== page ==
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HISTORICAL
1982-03-01
Standard
J1375_198203
This SAE Recommended Practice identifies some basic and general conditions that should be considered when making electrical starter motor applications.
1982-02-01
Technical Paper
821228
N. D. Eryou, D. MacMartin, S. M. Dubuc, D. Gourley
A transportable test cell for the measurement of motor vehicle emissions and fuel consumption was developed for Environment Canada. The test cell incorporates a bus containing exhaust gas analyzers and the dynamometer/exhaust gas sampling control system plus a trailer mounted electric absorption chassis dynamometer, which rejects absorbed vehicle energy into the local utility grid. The test cell was developed for testing of in-use motor vehicles with curb weights up to 2726 kg (6000 lbs) in major Canadian urban centers. It is designed for all-weather road transport and easy deployment, requiring only connections to a building power supply. The design and operation of the test cell are described, along with its intended use.
1982-02-01
Technical Paper
821217
Karl V. Wood, James D. Ciupek, R. Graham Cooks, Colin R. Ferguson
Particles have been collected from a direct injection diesel engine at varying dilution ratios and air temperatures for four different operating conditions. Particulate samples have been introduced into a mass spectrometer ion source with a direct insertion probe thus dispensing with the extraction processes typically used in chemical characterization. The sample is volatized and then chemically ionized using isobutane. Typical mass spectra are presented for each operating condition. The samples analyzed have a mean molecular weight of 195 amu with a standard deviation of approximately 100 amu. Application of tandem mass spectrometry for species identification is illustrated. Both negative and positive chemical ionization are employed to identify carboxylic acids in the particulate. Several types of ms-ms scans are shown to have utility in this study, including scans which provide molecular weight profiles for compounds having common functional groups.
1982-02-01
Technical Paper
821246
Douglas R. Lawson, Jerome G. Wendt
Precipitation chemistry measurements have been made at many California locations, with recorded extreme pH values as low as 2.89 from Pasadena and 3.5 from geologically sensitive Sequoia National Park. However, in northern areas of the state experiencing good air quality, very little acid deposition occurs. California's acid precipitation is apparently locally produced, since there are no major pollution source regions upwind of the state. This is attributable to the extremely rapid rates observed for conversion of NOx to nitric acid and SO2 to sulfuric acid in the atmosphere. Recent monitoring data illustrate extreme variations in precipitation chemistry from adjacent sites and even at the same location from one year to the next. Enrichment factor calculations show that in contrast with data from other locations in the world, nitric acid dominates over sulfuric acid in California's rainfall in many locations.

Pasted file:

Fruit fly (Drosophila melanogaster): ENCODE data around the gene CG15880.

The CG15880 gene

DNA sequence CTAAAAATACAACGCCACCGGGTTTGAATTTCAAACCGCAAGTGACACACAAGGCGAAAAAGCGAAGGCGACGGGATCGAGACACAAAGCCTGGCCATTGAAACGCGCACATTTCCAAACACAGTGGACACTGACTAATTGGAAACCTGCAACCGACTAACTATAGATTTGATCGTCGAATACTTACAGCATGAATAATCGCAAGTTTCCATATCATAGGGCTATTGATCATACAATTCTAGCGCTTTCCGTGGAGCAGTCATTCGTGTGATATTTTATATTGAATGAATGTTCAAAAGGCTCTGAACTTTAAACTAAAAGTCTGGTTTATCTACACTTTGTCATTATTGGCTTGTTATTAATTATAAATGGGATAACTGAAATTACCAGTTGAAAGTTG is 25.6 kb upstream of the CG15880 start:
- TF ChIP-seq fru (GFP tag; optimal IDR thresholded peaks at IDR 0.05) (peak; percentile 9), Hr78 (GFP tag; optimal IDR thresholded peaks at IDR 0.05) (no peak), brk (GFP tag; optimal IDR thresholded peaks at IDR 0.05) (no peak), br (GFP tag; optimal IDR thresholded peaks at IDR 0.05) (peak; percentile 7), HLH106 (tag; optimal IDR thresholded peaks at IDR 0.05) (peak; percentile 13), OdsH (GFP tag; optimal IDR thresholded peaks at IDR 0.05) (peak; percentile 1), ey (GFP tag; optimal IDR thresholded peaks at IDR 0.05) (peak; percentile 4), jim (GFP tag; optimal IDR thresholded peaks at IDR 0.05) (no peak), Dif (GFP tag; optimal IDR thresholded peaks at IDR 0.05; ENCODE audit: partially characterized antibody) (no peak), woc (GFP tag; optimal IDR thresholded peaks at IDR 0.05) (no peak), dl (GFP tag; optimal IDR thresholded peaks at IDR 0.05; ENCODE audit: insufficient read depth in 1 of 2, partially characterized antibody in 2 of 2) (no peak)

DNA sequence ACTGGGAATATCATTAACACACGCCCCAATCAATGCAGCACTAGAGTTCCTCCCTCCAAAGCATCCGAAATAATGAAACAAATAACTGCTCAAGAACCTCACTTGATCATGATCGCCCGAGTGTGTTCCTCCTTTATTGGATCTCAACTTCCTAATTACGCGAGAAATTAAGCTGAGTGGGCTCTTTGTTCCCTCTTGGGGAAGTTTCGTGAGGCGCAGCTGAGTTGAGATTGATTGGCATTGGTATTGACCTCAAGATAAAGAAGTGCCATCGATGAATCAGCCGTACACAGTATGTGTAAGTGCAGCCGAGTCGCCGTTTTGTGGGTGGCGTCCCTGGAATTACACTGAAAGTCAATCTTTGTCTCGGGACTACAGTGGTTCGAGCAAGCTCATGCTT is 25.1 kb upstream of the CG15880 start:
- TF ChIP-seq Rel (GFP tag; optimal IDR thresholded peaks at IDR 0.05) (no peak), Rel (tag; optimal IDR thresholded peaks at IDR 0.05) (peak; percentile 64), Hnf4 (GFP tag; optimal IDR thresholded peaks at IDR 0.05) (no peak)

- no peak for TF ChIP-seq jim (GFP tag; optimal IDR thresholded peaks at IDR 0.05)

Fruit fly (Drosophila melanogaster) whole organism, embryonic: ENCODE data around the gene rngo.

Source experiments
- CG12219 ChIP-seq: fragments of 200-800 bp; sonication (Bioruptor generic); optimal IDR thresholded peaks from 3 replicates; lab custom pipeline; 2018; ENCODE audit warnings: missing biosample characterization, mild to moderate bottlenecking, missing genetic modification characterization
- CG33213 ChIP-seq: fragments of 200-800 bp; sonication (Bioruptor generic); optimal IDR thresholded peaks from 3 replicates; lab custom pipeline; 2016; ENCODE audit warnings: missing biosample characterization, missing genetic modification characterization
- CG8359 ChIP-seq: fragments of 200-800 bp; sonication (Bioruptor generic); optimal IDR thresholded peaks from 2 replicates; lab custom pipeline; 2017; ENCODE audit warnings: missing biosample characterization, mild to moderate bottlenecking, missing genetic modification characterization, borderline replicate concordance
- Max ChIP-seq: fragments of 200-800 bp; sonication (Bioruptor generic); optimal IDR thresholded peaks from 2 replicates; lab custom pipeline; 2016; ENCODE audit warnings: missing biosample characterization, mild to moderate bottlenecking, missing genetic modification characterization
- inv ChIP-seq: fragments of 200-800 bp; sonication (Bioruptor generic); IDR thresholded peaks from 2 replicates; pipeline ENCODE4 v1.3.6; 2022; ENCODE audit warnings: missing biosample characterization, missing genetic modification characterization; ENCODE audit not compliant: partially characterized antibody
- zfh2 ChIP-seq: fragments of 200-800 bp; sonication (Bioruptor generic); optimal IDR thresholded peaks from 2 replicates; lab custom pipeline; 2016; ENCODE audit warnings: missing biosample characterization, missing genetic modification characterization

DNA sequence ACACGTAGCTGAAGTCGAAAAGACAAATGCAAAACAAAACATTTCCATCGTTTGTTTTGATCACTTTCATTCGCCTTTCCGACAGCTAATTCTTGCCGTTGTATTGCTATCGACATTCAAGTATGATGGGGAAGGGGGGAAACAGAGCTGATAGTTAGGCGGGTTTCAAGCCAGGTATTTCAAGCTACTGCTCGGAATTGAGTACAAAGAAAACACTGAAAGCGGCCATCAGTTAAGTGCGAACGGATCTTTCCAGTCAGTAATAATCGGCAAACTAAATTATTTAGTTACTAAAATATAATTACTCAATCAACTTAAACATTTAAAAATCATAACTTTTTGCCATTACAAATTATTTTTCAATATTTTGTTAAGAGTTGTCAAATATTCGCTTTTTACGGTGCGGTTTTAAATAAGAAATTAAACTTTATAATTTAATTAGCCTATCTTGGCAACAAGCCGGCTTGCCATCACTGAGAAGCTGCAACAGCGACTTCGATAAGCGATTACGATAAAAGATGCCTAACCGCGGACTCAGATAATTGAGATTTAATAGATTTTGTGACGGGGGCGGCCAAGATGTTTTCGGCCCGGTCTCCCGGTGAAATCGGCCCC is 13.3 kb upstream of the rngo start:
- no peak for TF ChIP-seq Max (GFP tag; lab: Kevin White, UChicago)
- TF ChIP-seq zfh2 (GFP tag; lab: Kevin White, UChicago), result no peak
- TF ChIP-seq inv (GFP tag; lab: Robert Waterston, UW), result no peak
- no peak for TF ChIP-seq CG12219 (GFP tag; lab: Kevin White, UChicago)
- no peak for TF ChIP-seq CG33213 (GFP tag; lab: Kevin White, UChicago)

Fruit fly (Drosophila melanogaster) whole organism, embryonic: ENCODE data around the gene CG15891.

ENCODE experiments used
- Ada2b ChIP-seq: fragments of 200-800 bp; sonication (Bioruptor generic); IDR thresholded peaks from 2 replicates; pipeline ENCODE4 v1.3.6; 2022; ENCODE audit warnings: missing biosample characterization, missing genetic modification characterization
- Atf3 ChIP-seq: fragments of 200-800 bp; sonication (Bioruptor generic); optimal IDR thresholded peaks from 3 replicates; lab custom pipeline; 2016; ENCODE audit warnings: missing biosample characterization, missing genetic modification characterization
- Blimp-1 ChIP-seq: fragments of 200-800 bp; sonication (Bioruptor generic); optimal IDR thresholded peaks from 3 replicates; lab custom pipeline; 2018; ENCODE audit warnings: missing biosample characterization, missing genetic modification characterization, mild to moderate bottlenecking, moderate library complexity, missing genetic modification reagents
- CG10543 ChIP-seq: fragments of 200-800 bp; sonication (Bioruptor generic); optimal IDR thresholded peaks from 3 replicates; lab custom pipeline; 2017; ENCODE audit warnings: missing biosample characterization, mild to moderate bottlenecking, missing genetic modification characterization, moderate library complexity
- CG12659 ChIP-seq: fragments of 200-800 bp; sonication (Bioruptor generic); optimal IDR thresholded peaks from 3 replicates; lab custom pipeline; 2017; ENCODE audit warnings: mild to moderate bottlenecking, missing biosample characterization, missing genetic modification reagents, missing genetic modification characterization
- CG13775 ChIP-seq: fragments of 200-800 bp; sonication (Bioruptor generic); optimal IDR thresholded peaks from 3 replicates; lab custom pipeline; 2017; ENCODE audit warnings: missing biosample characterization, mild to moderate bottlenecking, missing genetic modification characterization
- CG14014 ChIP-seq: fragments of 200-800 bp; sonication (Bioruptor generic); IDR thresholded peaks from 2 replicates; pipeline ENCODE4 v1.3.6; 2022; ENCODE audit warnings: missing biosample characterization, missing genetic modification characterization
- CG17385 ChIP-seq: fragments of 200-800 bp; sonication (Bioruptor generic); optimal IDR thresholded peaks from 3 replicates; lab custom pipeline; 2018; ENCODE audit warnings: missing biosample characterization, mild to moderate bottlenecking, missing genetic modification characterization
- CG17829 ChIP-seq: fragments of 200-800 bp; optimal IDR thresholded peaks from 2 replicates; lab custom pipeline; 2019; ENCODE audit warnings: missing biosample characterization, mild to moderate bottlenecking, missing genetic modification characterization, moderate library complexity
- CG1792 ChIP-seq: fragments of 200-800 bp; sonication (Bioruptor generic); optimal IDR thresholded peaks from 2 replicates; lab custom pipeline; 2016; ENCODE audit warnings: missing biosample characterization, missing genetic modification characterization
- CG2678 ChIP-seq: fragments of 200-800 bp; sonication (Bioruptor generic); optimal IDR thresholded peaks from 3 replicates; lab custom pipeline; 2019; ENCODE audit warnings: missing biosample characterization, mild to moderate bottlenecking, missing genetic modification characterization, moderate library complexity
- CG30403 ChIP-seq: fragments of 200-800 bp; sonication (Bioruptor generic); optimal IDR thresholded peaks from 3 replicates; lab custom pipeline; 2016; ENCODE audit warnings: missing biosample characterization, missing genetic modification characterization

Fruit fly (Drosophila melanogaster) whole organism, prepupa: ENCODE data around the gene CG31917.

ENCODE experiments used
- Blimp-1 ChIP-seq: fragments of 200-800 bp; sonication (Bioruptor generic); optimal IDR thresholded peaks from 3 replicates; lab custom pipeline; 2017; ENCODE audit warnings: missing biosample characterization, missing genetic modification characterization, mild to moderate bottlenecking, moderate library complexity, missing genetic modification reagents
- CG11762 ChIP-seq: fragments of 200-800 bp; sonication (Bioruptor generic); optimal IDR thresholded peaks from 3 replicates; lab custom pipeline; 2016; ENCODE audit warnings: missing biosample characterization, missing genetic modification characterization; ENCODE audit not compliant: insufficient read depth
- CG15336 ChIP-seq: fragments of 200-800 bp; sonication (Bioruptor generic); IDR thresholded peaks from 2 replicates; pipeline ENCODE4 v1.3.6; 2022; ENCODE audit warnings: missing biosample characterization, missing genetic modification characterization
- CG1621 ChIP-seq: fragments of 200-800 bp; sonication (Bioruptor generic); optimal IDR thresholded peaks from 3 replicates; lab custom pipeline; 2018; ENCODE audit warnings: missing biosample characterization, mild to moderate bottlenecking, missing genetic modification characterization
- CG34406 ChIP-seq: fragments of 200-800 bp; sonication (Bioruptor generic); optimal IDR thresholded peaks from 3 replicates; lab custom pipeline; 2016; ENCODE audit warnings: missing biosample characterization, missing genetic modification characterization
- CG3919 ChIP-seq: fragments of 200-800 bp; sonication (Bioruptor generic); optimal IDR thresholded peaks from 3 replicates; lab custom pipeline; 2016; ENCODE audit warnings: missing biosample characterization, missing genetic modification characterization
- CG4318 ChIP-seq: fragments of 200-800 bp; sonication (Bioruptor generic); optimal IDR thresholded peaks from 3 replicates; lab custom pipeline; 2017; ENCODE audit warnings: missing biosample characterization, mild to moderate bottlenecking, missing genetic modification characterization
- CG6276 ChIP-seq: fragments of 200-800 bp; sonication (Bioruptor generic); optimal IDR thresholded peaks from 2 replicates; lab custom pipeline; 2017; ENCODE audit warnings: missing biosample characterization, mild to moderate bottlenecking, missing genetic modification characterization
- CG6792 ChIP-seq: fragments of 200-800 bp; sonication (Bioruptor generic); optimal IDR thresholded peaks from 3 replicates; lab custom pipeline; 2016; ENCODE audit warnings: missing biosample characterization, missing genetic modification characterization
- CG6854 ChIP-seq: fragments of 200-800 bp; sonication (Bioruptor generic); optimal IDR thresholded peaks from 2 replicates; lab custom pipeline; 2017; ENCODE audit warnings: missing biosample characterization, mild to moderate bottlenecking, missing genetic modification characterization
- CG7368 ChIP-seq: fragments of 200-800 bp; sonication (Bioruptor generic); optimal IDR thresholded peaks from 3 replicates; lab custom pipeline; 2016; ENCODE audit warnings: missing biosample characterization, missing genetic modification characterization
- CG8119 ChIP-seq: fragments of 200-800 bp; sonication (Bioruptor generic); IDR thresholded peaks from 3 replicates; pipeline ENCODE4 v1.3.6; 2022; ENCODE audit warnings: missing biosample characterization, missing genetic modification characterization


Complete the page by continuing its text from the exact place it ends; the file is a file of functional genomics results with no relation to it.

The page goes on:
1982-02-01
Technical Paper
821112
Robin T. Harrison, W. A. Murphy
A Task Force of the SAE Motorcycle Committee was chartered to develop a method of classifying environmental impact potentials of off-highway motorcycles. The Task Force concentrated on the potential of the machines–even though environmental impact is also strongly affected by the operator, the type of resource, and the conditions under which these interface. The Task Force concluded that off-highway motorcycles can be classified according to their acoustic impact, using easily performed SAE stationary tests. Willie classifying off-highway motorcycles according to their surface impact potential appears possible, non-machine factors (such as rider attitude and skill, terrain, soil, etc.) are far more important than the machines themselves in assessing any actual surface impact. Other than sound and ground, environmental impact potentials from off-highway motorcycling are very minor.
1982-02-01
Technical Paper
820462
Hang Xu, P. S. Myers, O. A. Uyehara
A technique to determine time and space resolved particulate number density and size in the cylinder of an operating diesel engine is described and sample data presented. Basically the technique uses Mie scattering of a laser beam passed through the jet of gases leaking through a 0.015 diameter orifice inserted into the combustion chamber. Number density and size are inferred from measurements of scattering as a function of angle of scattering. The data show a linear relationship between exhaust measurements using this technique and Bosch smoke meter readings as well as an approximately linear relationship between in-cylinder measurements of number density and mass measurements made by collecting particulates flowing through the 0.015 in, orifice on a filter.
1982-02-01
Technical Paper
820868
G. Kurylowich, A. J. P. Lloyd
The significant advance in microprocessor technology has been recognized by the aircraft community. Over the past several years, strong interest has been expressed in integrating this technology into vehicle equipment subsystems. Thus, the analog control technologies of the past are slowly being replaced by digital control. Of interest in this paper are the significant improvements that can be made in the areas of environmental control, crew escape, and brake systems. The areas that are being addressed with respect to the environmental control system are discussed in the paper; the areas of concern are cooling control, simplification of valve design, and fault detection. The current problems in relation to crew escape and braking systems are described. The manner in which microprocessor technology can relieve these problems are presented. Work in this area by the Boeing Company is also described.